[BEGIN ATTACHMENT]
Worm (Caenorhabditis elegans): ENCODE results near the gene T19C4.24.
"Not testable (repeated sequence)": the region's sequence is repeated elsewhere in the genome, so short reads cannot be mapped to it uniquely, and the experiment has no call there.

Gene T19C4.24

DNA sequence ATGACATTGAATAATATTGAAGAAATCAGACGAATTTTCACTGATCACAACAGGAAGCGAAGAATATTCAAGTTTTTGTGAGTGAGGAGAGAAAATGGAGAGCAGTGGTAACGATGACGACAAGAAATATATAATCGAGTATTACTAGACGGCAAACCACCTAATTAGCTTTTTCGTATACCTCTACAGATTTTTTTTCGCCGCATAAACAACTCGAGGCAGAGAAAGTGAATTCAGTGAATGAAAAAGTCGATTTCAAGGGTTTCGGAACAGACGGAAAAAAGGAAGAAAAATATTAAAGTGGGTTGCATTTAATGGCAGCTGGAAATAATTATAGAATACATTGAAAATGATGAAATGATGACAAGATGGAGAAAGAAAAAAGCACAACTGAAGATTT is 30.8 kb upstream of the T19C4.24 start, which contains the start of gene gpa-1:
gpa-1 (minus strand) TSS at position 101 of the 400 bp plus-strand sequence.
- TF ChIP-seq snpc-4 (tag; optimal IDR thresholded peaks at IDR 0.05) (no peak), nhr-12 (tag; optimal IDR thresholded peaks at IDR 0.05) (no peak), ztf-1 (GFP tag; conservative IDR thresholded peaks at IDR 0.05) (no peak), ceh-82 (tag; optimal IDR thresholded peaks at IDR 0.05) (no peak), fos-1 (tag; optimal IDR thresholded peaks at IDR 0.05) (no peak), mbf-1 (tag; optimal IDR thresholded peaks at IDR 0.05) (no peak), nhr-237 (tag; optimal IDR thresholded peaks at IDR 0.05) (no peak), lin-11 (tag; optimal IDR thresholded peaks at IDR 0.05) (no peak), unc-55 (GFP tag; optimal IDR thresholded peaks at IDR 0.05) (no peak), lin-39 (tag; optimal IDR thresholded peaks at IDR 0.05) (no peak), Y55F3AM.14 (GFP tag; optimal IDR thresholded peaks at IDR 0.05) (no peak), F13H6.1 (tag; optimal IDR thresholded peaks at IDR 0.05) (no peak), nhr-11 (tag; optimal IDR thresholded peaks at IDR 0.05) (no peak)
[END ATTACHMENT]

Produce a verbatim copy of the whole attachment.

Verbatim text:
Worm (Caenorhabditis elegans): ENCODE results near the gene T19C4.24.
"Not testable (repeated sequence)": the region's sequence is repeated elsewhere in the genome, so short reads cannot be mapped to it uniquely, and the experiment has no call there.

Gene T19C4.24

DNA sequence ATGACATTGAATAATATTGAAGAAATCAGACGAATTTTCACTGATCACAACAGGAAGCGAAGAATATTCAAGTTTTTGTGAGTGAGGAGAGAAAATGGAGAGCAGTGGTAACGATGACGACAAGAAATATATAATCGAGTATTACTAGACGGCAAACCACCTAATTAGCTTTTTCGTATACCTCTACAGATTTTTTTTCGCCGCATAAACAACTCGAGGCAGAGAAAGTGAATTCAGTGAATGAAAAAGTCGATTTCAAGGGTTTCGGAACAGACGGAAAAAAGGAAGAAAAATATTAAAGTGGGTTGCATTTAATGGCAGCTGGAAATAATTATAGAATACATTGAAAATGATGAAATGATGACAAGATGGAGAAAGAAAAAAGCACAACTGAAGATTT is 30.8 kb upstream of the T19C4.24 start, which contains the start of gene gpa-1:
gpa-1 (minus strand) TSS at position 101 of the 400 bp plus-strand sequence.
- TF ChIP-seq snpc-4 (tag; optimal IDR thresholded peaks at IDR 0.05) (no peak), nhr-12 (tag; optimal IDR thresholded peaks at IDR 0.05) (no peak), ztf-1 (GFP tag; conservative IDR thresholded peaks at IDR 0.05) (no peak), ceh-82 (tag; optimal IDR thresholded peaks at IDR 0.05) (no peak), fos-1 (tag; optimal IDR thresholded peaks at IDR 0.05) (no peak), mbf-1 (tag; optimal IDR thresholded peaks at IDR 0.05) (no peak), nhr-237 (tag; optimal IDR thresholded peaks at IDR 0.05) (no peak), lin-11 (tag; optimal IDR thresholded peaks at IDR 0.05) (no peak), unc-55 (GFP tag; optimal IDR thresholded peaks at IDR 0.05) (no peak), lin-39 (tag; optimal IDR thresholded peaks at IDR 0.05) (no peak), Y55F3AM.14 (GFP tag; optimal IDR thresholded peaks at IDR 0.05) (no peak), F13H6.1 (tag; optimal IDR thresholded peaks at IDR 0.05) (no peak), nhr-11 (tag; optimal IDR thresholded peaks at IDR 0.05) (no peak)